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United States Ambassador to the United Nations Samantha Power on September 3, 2014. (Andrew Burton/Getty Images)

Yesterday, one of America’s top diplomats did something decidedly undiplomatic. At the Organization for Security and Cooperation in Europe’s Berlin Conference on Anti-Semitism, Samantha Power used her keynote address to call out the nations of Europe for failing to attend, just as anti-Jewish incidents have spiked across the continent. “When leaders show up, nations take notice,” the U.S. Ambassador to the United Nations said. “It is also why, frankly, it is deeply concerning that even as anti-Semitism is rising in Europe, a third fewer countries are participating in the 2014 conference than took part in the 2004 conference, and only one in three of the countries that sent a foreign minister or other cabinet level official in 2004 has sent one at that level to this conference.”

Just to make sure the world got the message, Power, a Pulitzer Prize-winning human rights activist and close adviser to President Obama, chose this portion of her speech to blast out to her 120,000 Twitter followers after she delivered it:


Power’s remarks, along with the prestigious presidential delegation that accompanied her to the conference, signaled that the U.S. has stepped up its game–at least rhetorically–when it comes to tackling the issue of European anti-Semitism. Previously, Secretary of State John Kerry had made brief public reference to the problem, but Power’s speech marked the first time a top member of the Obama administration had spoken at length on the subject.

“Make no mistake,” she told the conference, “we have a problem.” Power cited a disturbing EU survey that found that 25 percent of European Jews report having experienced anti-Semitic attacks or harassment in the last year. And she emphasized that anti-Semitism is not a parochial Jewish problem, but a societal one. “Rising anti-Semitism is rarely the lone or the last manifestation of intolerance in a society,” she said. “Quite the contrary, it is often the canary in the coal mine for the degradation of human rights more broadly. When the human rights and fundamental freedoms of Jews are repressed, the rights and freedoms of other minorities and other sectors are often not far behind.”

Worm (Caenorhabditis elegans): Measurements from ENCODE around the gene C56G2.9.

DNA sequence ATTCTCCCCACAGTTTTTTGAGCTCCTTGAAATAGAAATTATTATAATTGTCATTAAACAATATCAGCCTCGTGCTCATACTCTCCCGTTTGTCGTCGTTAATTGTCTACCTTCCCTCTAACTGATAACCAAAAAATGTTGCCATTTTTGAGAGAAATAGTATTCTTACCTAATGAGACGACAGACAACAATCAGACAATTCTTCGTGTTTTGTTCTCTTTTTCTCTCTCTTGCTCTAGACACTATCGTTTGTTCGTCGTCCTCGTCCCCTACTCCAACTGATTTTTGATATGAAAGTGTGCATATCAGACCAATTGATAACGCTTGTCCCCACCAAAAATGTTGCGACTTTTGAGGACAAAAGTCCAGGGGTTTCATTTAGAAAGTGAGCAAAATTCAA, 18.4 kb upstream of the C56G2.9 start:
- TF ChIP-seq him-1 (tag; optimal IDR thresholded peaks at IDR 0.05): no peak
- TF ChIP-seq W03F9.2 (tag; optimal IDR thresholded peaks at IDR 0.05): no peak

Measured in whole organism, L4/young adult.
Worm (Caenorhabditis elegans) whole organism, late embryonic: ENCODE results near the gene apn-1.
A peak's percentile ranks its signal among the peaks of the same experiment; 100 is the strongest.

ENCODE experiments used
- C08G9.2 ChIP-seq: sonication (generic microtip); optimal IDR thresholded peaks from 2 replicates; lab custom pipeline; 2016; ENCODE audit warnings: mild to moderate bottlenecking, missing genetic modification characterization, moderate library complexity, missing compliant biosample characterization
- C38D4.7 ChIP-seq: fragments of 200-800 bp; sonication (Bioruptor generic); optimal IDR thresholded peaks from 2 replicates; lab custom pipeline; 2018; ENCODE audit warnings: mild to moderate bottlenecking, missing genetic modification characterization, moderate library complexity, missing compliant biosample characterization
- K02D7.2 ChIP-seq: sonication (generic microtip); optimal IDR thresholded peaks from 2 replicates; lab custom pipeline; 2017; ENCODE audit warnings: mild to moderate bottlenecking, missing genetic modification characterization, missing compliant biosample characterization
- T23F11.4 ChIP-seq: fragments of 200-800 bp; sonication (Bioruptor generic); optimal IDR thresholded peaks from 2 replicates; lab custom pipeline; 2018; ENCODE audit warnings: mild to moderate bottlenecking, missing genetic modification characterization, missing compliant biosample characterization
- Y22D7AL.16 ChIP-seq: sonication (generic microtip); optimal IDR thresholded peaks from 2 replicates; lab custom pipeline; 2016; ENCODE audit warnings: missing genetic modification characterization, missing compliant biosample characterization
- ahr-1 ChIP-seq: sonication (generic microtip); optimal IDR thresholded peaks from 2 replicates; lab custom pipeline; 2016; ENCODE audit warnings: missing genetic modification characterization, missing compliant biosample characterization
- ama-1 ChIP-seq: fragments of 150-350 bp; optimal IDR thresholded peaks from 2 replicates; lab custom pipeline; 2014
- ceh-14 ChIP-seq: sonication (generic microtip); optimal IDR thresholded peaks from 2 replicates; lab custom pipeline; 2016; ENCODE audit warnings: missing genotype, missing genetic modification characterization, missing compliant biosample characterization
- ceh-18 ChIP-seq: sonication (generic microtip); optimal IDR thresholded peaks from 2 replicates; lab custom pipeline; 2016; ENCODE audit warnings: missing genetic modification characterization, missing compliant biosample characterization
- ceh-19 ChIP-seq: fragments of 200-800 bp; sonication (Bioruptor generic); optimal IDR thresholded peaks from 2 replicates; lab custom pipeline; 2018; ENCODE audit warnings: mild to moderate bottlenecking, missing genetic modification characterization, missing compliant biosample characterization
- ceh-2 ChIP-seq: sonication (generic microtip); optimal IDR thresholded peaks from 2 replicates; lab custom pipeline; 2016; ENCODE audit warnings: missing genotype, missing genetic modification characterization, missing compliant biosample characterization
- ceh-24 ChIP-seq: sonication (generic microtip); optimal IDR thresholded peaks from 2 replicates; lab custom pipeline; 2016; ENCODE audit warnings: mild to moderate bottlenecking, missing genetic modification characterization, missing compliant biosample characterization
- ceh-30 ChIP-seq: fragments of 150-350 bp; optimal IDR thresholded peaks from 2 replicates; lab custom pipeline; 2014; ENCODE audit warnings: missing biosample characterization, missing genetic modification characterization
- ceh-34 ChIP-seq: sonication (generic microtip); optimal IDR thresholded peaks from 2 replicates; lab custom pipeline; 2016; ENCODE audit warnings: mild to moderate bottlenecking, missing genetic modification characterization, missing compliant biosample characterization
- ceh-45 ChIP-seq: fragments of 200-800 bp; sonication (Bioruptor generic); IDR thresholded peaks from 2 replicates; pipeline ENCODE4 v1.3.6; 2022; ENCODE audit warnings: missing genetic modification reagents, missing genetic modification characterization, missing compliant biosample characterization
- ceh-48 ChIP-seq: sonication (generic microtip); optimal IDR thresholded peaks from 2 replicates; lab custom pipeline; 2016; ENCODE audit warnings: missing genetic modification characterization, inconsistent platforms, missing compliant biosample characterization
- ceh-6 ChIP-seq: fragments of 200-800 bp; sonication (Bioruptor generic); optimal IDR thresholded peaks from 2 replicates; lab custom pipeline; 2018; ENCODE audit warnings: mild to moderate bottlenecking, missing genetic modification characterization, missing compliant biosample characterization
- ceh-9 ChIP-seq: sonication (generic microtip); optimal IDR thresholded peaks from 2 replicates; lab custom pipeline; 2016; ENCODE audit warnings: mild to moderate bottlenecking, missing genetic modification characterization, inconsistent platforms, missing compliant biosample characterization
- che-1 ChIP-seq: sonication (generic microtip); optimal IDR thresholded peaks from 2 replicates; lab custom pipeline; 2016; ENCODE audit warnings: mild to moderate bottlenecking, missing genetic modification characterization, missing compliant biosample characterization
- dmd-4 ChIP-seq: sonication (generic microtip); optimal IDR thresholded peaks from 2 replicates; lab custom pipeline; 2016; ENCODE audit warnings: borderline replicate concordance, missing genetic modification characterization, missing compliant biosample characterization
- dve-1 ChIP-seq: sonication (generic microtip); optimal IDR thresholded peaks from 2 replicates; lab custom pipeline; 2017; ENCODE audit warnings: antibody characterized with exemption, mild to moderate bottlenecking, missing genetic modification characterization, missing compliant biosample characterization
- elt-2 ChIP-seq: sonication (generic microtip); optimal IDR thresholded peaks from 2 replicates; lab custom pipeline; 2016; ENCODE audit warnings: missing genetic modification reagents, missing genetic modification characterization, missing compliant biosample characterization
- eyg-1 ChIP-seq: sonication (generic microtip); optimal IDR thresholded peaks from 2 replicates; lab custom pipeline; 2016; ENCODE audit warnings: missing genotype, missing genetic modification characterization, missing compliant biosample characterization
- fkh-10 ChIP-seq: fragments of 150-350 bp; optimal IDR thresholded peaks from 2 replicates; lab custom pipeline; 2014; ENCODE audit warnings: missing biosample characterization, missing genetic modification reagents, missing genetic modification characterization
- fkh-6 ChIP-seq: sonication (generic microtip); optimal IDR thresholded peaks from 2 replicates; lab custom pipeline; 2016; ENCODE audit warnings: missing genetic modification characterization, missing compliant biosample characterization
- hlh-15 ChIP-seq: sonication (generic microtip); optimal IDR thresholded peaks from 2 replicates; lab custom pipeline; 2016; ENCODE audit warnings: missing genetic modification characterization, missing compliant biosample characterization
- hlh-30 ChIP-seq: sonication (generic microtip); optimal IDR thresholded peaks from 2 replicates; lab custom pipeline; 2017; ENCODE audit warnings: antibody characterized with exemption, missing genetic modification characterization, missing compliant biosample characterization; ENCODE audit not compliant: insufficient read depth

Among other recommendations, Power pressed European nations to appoint special envoys for combating anti-Semitism, something the U.S. has already done. The American envoy, Ira Forman, was in attendance at the conference, and expressed satisfaction at Power’s forthright comments. “It was very powerful, very well-received, and I thought a very strong call by the United States that out of this conference has to come some real results,” he said. “This is the very viability of Jewish communities at stake here.”

“It’s too costly to be Jewish,” he continued. “Costly in terms of worrying about your children being attacked at school. It’s costly in terms of worrying about going to a synagogue or a Jewish event and being worried about violence. We had students who talked about how difficult it is now to be openly Jewish on campus.”

Forman noted that much of this testimony disproved the canard that events in the Middle East and Israel somehow cause anti-Semitism. “What they’re describing is not about Gaza. Gaza was essentially a spike in an already-raised level of anti-Semitism, and sometimes it’s the things that have happened after and before Gaza that are most disconcerting.” He pointed to a January march of 17,000 anti-government protesters in Paris which devolved into mass chants of “Jew, France is not yours!” and “Jews out of France!” The rally “literally brought up memories of the thirties for people,” he said.

Most heartening for Forman was the composition of the American delegation–particularly its many non-Jewish members, including the NAACP, the Human Rights Campaign and the American Islamic Congress, along with civil rights leaders like Wade Henderson, the president of the Leadership Conference on Civil and Human Rights.

“As Henderson said,” Forman recalled, “this is not just a Jewish issue, and it shouldn’t be just a Jewish issue. It’s an issue of human rights and democracy, and it’s an issue that all people who care about human rights need to rally around.”

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